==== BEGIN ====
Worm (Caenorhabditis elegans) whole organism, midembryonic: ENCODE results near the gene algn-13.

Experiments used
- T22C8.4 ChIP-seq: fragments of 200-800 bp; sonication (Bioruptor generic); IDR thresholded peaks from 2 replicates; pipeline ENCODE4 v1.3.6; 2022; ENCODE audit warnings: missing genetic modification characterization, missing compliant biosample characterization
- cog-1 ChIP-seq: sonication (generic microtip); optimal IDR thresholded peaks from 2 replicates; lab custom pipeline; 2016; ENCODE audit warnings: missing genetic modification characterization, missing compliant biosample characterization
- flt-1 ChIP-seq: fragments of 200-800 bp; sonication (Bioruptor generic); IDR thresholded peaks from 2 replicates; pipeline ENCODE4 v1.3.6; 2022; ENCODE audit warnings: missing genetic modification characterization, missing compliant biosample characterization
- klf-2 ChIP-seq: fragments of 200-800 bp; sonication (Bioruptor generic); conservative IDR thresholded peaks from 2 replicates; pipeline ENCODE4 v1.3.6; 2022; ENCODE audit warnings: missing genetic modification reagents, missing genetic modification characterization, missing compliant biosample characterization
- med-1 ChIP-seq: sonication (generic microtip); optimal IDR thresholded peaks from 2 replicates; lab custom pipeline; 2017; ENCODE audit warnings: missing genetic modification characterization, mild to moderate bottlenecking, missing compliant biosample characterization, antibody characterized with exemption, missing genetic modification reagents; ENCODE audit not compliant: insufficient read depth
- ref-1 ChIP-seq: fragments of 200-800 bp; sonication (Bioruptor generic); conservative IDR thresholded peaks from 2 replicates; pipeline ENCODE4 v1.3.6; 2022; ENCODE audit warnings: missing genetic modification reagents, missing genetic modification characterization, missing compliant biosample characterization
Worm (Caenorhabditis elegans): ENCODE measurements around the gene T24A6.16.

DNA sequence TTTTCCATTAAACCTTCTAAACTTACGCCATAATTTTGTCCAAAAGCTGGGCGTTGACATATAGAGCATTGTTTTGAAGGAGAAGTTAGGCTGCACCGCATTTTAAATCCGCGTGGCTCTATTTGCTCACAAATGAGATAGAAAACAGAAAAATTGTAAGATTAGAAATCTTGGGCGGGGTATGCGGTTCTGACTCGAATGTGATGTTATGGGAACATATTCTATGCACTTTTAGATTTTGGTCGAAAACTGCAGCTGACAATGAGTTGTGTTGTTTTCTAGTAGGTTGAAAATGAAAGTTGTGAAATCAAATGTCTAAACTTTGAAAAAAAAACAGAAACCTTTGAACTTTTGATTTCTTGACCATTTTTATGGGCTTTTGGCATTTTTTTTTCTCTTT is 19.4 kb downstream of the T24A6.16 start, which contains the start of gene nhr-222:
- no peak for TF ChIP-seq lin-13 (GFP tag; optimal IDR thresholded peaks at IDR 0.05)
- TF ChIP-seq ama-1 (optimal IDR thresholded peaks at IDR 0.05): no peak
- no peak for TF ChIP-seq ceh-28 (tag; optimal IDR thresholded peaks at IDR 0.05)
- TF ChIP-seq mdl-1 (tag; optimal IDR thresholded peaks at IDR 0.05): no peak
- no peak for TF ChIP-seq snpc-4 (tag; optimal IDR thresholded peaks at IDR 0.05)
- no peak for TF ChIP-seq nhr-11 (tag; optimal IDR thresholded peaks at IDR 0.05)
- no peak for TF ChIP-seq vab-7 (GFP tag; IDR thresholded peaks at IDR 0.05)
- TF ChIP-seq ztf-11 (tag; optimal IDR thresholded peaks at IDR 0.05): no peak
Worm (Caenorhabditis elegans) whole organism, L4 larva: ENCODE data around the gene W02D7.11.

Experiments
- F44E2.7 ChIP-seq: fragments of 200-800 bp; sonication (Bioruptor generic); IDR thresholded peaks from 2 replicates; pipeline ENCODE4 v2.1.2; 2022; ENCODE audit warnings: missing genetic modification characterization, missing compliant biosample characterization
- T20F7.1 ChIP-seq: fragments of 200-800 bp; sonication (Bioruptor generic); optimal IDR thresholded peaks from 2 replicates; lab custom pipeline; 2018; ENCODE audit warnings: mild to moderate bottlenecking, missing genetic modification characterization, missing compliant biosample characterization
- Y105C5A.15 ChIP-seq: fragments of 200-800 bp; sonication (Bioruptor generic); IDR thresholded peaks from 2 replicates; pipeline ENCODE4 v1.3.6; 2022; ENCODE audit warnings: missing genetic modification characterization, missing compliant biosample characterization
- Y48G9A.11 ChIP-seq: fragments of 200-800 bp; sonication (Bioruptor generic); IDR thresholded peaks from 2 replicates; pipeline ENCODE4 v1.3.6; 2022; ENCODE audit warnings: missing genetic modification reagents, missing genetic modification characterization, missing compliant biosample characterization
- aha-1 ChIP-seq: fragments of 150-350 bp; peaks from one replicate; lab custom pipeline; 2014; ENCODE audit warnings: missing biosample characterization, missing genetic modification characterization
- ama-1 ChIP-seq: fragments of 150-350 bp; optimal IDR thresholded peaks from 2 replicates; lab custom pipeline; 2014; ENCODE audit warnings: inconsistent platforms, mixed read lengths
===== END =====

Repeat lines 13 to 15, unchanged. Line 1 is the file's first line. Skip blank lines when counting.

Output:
- no peak for TF ChIP-seq ceh-28 (tag; optimal IDR thresholded peaks at IDR 0.05)
- TF ChIP-seq mdl-1 (tag; optimal IDR thresholded peaks at IDR 0.05): no peak
- no peak for TF ChIP-seq snpc-4 (tag; optimal IDR thresholded peaks at IDR 0.05)